The High Price of Public Ed Failure

Are you ticked off about your recent property tax bill?


Here are the updated municipal tax rates by town from the NH Department of Revenue.

Look how much goes to local public schools. Here is a sample:

Amherst  $15.06

Brentwood  $17.08

Danville  $18.45

Exeter  $17.72

Hampstead  $18.73

Madbury  $17.92

Newmarket  $19.81

Orford  $20.87

Sullivan  $18.96


Remember all the Covid/federal money public schools received? Where did your school board spend it?

A total of $350 million came from the Elementary and Secondary School Emergency Relief Fund (ESSER III). The total Covid federal grants -- CARES, CRRSA, and ARP allocations -- came to $534,316,909.73 per the NH Department of Education.


Meanwhile, student enrollment continues to decline.

According to a recent NH Department of Education press release, "At the start of the current 2023-2024 academic year, 165,095 students were officially enrolled in New Hampshire public and public charter schools compared to 167,357 at the start of the previous 2022-2023 school year – a 1.4 percent decline. Since 2002, student enrollment numbers in the Granite State have dropped from 207,684 to 165,095, which represents a decrease of 42,589 public school students, or about a 20.5 percent decline during the past 21 years."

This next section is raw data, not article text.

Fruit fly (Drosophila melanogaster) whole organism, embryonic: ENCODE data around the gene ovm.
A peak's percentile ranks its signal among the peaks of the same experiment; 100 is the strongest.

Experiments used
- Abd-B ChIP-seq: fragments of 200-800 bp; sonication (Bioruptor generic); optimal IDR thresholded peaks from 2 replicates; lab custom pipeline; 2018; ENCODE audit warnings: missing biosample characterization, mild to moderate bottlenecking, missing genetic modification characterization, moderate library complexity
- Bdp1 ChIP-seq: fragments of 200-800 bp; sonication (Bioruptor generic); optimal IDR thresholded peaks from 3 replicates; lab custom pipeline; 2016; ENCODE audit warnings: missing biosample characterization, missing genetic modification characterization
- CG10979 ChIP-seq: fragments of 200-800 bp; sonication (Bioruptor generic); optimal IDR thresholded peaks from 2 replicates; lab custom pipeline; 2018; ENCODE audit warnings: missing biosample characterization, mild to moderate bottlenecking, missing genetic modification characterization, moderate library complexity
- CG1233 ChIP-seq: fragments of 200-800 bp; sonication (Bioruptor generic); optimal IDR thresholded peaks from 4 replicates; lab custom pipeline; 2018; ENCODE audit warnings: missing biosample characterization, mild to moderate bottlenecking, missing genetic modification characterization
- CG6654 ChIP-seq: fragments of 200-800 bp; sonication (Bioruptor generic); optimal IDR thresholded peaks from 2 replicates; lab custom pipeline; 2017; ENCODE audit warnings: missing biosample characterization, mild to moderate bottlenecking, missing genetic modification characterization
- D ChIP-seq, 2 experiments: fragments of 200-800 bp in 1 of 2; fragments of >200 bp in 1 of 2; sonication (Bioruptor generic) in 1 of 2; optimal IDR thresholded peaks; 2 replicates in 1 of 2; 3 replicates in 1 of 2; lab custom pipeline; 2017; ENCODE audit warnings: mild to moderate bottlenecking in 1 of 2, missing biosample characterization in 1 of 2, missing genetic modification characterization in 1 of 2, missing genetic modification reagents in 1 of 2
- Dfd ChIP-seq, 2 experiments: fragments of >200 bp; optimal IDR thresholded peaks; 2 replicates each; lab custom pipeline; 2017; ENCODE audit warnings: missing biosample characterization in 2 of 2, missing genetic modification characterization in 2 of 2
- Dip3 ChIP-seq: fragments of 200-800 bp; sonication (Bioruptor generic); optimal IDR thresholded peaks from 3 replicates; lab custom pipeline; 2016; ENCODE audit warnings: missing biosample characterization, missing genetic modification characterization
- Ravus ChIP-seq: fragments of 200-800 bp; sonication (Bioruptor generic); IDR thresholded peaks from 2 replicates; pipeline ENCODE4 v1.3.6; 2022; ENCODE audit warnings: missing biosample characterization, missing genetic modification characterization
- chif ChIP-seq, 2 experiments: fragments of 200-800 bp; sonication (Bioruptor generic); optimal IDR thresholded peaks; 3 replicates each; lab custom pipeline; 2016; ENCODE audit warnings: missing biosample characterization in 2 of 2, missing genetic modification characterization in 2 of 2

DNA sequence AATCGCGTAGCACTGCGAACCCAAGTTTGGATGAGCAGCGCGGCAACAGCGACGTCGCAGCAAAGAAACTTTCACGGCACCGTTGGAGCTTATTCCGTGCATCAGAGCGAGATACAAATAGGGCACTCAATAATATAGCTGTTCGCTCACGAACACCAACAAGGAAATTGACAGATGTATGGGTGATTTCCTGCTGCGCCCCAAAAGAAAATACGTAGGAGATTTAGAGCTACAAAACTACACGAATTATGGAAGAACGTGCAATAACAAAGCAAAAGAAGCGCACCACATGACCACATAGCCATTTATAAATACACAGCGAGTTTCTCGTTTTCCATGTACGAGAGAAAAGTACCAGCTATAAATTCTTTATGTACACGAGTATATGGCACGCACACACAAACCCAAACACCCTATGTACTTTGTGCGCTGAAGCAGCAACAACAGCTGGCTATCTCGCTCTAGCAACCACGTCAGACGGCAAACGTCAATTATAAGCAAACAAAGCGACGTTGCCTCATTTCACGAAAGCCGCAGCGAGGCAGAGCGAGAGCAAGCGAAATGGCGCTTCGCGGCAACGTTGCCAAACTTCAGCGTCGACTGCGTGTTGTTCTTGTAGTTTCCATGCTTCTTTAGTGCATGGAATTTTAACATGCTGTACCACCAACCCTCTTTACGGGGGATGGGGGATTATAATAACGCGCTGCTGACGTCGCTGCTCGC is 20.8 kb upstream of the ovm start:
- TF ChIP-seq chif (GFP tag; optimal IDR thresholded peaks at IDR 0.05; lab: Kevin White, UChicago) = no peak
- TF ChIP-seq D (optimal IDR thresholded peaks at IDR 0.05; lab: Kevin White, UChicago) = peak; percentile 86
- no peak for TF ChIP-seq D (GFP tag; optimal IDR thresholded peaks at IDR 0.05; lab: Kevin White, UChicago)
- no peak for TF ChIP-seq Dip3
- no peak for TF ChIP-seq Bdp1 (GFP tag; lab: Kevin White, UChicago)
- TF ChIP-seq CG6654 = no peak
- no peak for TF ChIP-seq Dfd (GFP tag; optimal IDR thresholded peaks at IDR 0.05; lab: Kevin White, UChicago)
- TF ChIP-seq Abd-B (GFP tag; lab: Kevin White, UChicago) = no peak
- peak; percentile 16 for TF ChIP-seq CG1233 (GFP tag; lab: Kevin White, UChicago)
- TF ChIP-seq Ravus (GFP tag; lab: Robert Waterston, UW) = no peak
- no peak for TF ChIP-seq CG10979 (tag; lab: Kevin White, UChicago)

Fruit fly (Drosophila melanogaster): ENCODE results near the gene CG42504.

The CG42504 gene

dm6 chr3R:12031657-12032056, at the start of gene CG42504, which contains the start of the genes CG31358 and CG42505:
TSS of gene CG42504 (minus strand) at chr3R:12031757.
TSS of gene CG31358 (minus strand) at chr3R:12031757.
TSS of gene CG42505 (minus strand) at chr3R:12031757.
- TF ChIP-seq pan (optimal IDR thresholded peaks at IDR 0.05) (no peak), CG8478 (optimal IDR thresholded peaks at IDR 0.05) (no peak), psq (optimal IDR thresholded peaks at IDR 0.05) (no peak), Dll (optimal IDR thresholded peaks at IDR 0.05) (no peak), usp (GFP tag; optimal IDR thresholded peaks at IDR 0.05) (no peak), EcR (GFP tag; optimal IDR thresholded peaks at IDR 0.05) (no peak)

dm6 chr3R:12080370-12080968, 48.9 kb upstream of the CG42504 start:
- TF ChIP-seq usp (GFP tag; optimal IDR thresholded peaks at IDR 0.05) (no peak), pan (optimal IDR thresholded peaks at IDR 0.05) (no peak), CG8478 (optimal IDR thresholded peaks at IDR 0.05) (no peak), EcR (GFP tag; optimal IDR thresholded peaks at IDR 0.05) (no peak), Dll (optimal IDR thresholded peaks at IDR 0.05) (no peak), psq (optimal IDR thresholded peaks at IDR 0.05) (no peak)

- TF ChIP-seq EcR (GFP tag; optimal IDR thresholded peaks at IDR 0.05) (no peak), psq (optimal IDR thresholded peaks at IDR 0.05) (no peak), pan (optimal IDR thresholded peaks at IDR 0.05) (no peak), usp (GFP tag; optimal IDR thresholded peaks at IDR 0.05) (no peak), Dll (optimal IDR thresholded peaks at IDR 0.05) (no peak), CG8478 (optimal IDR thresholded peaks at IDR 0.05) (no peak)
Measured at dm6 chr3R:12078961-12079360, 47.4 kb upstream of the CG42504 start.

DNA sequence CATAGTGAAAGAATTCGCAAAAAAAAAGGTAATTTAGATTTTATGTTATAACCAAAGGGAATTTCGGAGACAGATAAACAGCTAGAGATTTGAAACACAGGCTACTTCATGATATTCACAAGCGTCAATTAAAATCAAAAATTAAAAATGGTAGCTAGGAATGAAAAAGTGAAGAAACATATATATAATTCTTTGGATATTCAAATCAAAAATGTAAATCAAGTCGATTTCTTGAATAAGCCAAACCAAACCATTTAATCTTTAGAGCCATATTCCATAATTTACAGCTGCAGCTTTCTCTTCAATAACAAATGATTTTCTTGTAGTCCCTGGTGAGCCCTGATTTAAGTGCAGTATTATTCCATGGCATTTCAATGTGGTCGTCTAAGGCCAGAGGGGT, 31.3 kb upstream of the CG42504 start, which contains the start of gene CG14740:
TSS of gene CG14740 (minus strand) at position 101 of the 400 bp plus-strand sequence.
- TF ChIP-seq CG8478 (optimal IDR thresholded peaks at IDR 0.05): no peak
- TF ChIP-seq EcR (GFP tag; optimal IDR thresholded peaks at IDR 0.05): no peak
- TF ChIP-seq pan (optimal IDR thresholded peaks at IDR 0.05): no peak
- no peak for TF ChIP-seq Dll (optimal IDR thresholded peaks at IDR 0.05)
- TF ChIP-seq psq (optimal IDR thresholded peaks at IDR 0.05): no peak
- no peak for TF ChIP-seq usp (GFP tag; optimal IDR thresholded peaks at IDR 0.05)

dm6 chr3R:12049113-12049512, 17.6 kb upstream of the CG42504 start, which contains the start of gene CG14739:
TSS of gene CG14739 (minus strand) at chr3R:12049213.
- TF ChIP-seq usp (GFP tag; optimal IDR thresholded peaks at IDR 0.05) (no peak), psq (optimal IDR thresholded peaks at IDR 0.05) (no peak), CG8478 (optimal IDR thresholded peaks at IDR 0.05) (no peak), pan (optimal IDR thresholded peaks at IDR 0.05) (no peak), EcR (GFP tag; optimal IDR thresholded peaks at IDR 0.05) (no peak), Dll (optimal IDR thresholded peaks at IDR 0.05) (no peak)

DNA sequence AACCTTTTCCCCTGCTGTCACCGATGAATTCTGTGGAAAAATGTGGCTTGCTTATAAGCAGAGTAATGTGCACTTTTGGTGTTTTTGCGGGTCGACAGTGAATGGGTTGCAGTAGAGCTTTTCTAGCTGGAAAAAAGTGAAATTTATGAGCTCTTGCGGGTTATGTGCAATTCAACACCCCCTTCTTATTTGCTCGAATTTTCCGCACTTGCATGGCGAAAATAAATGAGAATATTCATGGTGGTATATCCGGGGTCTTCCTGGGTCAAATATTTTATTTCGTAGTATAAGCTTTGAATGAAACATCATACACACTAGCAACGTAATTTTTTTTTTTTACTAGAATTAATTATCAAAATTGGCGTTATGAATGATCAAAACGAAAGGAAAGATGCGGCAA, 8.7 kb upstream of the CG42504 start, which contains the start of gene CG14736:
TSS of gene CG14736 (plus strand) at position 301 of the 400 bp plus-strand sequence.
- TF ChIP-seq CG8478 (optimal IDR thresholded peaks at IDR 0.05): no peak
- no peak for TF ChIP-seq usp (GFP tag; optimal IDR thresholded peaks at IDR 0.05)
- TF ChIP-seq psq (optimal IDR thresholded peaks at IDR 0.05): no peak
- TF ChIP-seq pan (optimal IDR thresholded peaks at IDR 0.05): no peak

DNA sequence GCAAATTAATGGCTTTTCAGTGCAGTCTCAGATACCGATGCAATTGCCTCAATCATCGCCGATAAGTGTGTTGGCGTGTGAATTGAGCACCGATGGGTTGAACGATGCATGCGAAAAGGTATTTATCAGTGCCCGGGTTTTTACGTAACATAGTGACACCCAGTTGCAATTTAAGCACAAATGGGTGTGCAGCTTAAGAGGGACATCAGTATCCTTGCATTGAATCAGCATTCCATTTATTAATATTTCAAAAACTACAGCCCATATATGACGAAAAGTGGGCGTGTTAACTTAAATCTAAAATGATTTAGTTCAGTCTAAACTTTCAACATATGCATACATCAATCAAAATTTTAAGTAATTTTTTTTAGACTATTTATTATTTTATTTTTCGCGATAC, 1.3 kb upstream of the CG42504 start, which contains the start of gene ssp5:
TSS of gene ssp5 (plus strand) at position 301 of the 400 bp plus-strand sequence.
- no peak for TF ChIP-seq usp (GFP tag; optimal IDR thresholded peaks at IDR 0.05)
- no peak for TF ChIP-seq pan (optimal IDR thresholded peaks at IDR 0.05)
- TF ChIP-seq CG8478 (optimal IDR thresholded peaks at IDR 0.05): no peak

Even with fewer students and more funding going to public education, the cost per pupil continues to skyrocket.

The 2021-22 average cost per pupil (most recent available) for pre-K through grade 12 is $19.399.97. It's higher if you include all expenses, $23,042.85.


Academic outcomes continue to plummet.

According to the latest 2023 state assessment, the average proficiency scores for grades 3 through 8, and 11 are:

English Language Arts (ELA) 52%

Math 42%

Science 37%





Read more about NH’s poor academic performance here.

Did COVID Shutdowns Affect NH Student Performance?

Academic Achievement Comparison of Home Education to Public Education